The Colorado Avalanche won’t be bringing Sergei Boikov back for another season in the AHL, at least not in 2019-20. The 23-year old defenseman has returned to the KHL to play for Dynamo Moscow, signing a two-year contract. Boikov is a restricted free agent for the time being, and since Colorado issued him a qualifying offer they will retain his exclusive rights.
The Colorado Avalanche have inked one of their restricted free agents, signing Andre Burakovsky to a one-year contract. Burakovsky decided not to file for arbitration earlier this month after being issued a $3.25MM qualifying offer, for which the deadline to accept was today. The young forward will still be a restricted free agent at the end of the contract in 2020.
Burakovsky, 24, was acquired by the Avalanche earlier this offseason after playing the last five years with the Washington Capitals. The 23rd-overall pick from 2013 has already amassed 328 regular season games with the Capitals, recording 145 points. Those total include consecutive seasons of 25 points, a disappointing drop that made the talented Austrian available. The Capitals couldn’t afford to keep Burakovsky around for that $3.25MM price tag, but the Avalanche are happy to take a shot on a player that had previously looked like a top-six winger in the making.
It’s difficult to find players with Burakovsky’s skill and size combination, but unfortunately that mix still hasn’t been able to produce a huge offensive season to this point. With a career-high of 38 points now several years behind him, Burakovsky will have to find a different level of success in order to deserve this contract and avoid going non-qualified next summer. Even the Avalanche, who have plenty of cap space at the moment, won’t be able to pay $3.25MM for a 12-goal winger, the total he has reached in each of the past three seasons.
It certainly appears as though he’ll the the opportunity to show he is better than that. The Avalanche have been reliant on their top line for a huge amount of their offense the past few years, but worked hard this summer to expand their attack and bring in some more secondary scoring options. Burakovsky joins Nazem Kadri and Joonas Donskoi as potential options for the second line, though each of them will have to prove their worth in new surroundings.
At the very worst, Burakovsky is a lottery ticket that doesn’t pay out and only cost the Avalanche a pair of draft picks. At best, he finally breaks out and becomes the dominant offensive piece he was in junior. Not a bad gamble for a team looking to make a splash in the Western Conference playoffs this season.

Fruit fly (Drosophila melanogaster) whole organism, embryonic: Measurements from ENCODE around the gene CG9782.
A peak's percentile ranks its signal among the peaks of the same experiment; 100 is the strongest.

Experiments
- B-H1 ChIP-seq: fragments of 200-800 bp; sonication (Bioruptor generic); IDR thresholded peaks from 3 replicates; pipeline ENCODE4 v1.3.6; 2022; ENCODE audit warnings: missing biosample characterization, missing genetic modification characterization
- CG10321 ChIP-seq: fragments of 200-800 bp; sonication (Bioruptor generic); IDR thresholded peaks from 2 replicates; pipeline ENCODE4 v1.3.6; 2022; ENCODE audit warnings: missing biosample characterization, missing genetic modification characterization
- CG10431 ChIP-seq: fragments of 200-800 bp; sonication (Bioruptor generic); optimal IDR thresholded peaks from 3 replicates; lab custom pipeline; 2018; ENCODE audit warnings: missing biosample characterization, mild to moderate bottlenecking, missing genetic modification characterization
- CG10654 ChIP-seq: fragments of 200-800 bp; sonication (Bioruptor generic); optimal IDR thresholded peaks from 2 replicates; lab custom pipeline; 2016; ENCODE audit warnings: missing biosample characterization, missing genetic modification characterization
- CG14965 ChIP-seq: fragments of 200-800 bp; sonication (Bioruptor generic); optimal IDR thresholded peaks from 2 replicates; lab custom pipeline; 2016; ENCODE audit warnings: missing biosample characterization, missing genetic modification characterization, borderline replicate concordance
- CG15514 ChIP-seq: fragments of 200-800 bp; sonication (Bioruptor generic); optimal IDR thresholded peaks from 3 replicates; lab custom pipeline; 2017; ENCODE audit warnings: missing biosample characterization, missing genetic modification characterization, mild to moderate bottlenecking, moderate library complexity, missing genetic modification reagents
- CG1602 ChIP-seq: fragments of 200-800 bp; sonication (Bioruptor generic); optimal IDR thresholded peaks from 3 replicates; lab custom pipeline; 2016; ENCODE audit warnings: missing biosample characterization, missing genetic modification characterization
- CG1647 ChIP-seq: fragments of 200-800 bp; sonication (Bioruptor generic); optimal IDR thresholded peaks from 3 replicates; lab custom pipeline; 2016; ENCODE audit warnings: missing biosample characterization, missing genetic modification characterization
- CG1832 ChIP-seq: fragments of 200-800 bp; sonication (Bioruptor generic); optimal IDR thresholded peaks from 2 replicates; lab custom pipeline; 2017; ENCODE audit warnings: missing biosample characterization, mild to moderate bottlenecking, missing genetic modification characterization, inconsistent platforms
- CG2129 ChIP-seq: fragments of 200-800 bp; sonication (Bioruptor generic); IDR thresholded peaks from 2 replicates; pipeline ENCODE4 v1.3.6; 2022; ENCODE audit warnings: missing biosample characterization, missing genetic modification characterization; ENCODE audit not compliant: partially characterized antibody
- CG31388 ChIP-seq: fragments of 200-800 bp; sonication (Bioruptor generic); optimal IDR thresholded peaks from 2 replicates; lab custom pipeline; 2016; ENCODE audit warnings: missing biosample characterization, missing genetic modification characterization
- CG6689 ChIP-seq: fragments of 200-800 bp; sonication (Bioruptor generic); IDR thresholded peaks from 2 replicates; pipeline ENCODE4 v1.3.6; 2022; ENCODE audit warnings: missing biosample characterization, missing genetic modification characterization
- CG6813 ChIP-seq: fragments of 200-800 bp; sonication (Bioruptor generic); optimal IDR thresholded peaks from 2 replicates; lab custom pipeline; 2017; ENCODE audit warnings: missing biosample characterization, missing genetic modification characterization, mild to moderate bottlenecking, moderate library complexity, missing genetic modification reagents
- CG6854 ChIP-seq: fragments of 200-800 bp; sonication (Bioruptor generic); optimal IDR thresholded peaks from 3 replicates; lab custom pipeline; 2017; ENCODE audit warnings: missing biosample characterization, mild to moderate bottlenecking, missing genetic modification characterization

Photo courtesy of USA Today Sports Images
While most people look at the Toronto Maple Leafs’ acquisition of Tyson Barrie as a major plus when the team picked up the lead defenseman and Alex Kerfoot for Nazem Kadri and Calle Rosen on July 1, there are other analytics experts who suggest that the addition of Barrie isn’t much, if any improvements over Jake Gardiner, who the team has allowed to walk away in free agency.
Of course, Barrie looks like an impressive upgrade, especially when you look at his offensive numbers. Barrie scored 14 goals and 59 points last season and posted 57 points the previous year, giving Toronto another top-notch offensive defenseman next to Morgan Rielly. Gardiner was a second-pairing defenseman whose offense disappeared last year with 30 points, even though he posted 52 points the previous season. However, only one player, Barrie or Rielly, can get those first-line power play minutes and there is no guarantee that Barrie will be able to pry those minutes away from Rielly next season, suggesting that Barrie’s number’s could drop quite a bit. In fact, two goals and 23 assists came off the power play last season where Barrie was the team’s quarterback of the first power play unit.
However, analytics suggest that Gardiner, despite his struggles might prove to be a better blueliner, especially defensively. While Toronto is an offensive juggernaut, Gardiner still had a plus-19 rating in plus-minus, while there are some questions about how good a defender Barrie is. In Colorado, Barrie posted a minus-3 on an Avalanche squad that made the playoffs last season and a minus-19 the previous year, when they were a playoff team as well. While plus-minus might be considered to be an unreliable fact, Gardiner has been solid for Toronto despite the fact receiving Toronto fans wrath for years. He has averaged over 21:48 of ATOI over the past three years and in those three years ranks 23rd in the league in points with 125. In goals above replacement (GAR), which is an all-encompassing stat to evaluate skaters, Gardiner ranked 17th among defenseman last year and fifth in the league at even strength, according to evolving-hockey.com. Barrie ranked 50th last season and 66th at even strength.